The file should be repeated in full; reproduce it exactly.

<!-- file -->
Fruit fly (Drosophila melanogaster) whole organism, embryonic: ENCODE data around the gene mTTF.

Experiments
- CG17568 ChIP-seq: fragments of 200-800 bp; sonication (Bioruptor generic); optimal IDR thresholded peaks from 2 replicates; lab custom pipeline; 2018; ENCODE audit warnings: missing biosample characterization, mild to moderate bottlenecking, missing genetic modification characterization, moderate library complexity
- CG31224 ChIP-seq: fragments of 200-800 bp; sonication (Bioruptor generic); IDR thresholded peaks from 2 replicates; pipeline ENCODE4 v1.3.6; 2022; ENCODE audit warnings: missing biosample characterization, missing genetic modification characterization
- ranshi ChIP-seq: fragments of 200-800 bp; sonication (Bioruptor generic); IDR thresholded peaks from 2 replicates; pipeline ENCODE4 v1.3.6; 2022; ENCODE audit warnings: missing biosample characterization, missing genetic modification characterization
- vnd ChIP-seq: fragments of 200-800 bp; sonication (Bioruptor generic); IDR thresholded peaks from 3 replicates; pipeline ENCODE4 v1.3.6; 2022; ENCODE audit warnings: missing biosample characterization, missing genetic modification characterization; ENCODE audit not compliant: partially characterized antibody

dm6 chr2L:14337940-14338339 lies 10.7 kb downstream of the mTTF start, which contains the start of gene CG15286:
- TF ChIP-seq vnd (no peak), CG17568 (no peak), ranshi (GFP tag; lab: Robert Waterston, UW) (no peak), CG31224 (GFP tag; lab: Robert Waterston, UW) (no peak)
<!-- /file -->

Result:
Fruit fly (Drosophila melanogaster) whole organism, embryonic: ENCODE data around the gene mTTF.

Experiments
- CG17568 ChIP-seq: fragments of 200-800 bp; sonication (Bioruptor generic); optimal IDR thresholded peaks from 2 replicates; lab custom pipeline; 2018; ENCODE audit warnings: missing biosample characterization, mild to moderate bottlenecking, missing genetic modification characterization, moderate library complexity
- CG31224 ChIP-seq: fragments of 200-800 bp; sonication (Bioruptor generic); IDR thresholded peaks from 2 replicates; pipeline ENCODE4 v1.3.6; 2022; ENCODE audit warnings: missing biosample characterization, missing genetic modification characterization
- ranshi ChIP-seq: fragments of 200-800 bp; sonication (Bioruptor generic); IDR thresholded peaks from 2 replicates; pipeline ENCODE4 v1.3.6; 2022; ENCODE audit warnings: missing biosample characterization, missing genetic modification characterization
- vnd ChIP-seq: fragments of 200-800 bp; sonication (Bioruptor generic); IDR thresholded peaks from 3 replicates; pipeline ENCODE4 v1.3.6; 2022; ENCODE audit warnings: missing biosample characterization, missing genetic modification characterization; ENCODE audit not compliant: partially characterized antibody

dm6 chr2L:14337940-14338339 lies 10.7 kb downstream of the mTTF start, which contains the start of gene CG15286:
- TF ChIP-seq vnd (no peak), CG17568 (no peak), ranshi (GFP tag; lab: Robert Waterston, UW) (no peak), CG31224 (GFP tag; lab: Robert Waterston, UW) (no peak)